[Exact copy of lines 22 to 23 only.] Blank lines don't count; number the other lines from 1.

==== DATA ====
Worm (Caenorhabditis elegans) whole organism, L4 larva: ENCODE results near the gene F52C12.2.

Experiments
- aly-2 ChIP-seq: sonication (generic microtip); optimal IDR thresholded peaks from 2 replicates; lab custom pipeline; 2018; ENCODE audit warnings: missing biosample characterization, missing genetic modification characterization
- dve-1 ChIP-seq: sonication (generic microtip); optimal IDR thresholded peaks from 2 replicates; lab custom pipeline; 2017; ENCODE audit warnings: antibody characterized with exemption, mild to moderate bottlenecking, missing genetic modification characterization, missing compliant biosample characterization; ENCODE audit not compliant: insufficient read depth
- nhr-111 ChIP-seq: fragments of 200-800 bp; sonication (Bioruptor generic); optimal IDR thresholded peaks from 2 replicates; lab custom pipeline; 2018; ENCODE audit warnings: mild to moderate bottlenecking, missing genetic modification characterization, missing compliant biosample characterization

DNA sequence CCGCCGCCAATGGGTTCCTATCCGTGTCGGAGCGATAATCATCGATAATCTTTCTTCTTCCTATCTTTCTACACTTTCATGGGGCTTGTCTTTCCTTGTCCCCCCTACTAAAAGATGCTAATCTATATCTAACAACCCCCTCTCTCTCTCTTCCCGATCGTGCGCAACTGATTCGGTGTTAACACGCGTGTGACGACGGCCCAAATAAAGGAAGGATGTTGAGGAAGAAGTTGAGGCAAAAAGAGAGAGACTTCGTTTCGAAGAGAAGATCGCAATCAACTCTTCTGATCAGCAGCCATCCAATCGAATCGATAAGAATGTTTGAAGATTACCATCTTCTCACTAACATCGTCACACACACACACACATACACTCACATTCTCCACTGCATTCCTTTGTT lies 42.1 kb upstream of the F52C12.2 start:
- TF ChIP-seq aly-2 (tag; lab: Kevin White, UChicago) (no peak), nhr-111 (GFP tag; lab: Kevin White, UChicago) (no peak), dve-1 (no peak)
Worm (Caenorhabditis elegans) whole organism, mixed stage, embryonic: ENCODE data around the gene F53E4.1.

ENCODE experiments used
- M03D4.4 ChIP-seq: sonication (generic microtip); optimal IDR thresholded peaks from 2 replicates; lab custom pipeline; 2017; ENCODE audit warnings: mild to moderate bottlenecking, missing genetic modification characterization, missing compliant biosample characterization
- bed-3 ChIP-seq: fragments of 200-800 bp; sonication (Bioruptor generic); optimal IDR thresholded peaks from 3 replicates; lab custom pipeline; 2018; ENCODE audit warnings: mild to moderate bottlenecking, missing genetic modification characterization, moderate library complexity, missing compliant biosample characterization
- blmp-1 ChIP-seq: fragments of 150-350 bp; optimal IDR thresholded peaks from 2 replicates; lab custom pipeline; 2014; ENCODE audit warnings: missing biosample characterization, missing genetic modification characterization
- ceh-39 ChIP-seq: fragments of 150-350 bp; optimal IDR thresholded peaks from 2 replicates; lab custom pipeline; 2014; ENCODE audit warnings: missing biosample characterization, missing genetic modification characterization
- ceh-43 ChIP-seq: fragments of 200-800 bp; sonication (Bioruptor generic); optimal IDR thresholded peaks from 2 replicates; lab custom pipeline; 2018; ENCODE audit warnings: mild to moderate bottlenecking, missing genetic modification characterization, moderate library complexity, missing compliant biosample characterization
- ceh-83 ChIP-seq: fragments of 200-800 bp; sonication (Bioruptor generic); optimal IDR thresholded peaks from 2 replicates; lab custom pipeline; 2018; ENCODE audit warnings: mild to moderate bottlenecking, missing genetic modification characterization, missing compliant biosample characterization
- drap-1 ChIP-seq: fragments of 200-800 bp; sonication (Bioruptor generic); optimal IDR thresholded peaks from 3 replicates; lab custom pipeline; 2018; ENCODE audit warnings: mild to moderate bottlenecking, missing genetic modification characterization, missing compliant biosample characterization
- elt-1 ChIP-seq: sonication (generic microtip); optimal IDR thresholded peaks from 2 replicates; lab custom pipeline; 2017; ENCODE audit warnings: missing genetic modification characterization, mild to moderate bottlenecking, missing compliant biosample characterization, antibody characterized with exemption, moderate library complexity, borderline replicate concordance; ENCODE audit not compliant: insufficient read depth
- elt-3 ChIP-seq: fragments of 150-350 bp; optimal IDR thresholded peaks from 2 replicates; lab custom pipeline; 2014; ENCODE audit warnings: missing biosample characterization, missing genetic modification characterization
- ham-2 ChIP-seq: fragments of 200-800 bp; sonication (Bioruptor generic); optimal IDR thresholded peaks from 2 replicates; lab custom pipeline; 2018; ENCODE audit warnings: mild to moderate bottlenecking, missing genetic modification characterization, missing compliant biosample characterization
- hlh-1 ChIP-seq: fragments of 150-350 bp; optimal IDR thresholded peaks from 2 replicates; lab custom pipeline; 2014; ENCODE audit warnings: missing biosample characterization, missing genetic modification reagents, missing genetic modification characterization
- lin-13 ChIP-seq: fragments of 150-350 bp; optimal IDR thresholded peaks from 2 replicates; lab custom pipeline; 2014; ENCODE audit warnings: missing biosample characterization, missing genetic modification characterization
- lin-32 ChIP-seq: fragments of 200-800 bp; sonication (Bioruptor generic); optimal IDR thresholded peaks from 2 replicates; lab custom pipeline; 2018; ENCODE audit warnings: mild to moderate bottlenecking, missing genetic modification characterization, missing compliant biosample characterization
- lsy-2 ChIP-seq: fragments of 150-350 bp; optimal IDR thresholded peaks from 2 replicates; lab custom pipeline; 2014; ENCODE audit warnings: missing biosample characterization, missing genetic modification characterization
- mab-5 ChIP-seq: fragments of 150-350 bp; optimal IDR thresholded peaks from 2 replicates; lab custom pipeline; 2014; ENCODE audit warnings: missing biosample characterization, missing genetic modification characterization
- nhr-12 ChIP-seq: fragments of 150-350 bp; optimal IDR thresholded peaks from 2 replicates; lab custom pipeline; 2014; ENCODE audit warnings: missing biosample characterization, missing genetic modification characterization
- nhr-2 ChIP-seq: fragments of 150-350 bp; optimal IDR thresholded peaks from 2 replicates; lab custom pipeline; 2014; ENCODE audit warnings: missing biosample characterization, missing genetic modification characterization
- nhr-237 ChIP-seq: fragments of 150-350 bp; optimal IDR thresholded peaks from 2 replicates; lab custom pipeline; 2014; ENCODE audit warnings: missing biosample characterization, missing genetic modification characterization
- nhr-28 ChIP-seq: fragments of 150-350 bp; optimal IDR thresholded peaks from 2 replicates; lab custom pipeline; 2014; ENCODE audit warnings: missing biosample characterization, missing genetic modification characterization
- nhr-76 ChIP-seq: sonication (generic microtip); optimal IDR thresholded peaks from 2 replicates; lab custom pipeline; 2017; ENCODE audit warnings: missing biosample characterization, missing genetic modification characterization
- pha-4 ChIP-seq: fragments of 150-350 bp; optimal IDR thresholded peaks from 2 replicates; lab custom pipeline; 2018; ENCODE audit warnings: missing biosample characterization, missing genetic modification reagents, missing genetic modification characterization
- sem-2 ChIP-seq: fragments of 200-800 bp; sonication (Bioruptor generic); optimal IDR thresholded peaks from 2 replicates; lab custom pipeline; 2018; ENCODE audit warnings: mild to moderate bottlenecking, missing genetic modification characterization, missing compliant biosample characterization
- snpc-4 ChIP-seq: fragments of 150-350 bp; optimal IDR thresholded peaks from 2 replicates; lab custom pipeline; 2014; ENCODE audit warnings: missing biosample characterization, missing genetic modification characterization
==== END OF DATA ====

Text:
- lin-32 ChIP-seq: fragments of 200-800 bp; sonication (Bioruptor generic); optimal IDR thresholded peaks from 2 replicates; lab custom pipeline; 2018; ENCODE audit warnings: mild to moderate bottlenecking, missing genetic modification characterization, missing compliant biosample characterization
- lsy-2 ChIP-seq: fragments of 150-350 bp; optimal IDR thresholded peaks from 2 replicates; lab custom pipeline; 2014; ENCODE audit warnings: missing biosample characterization, missing genetic modification characterization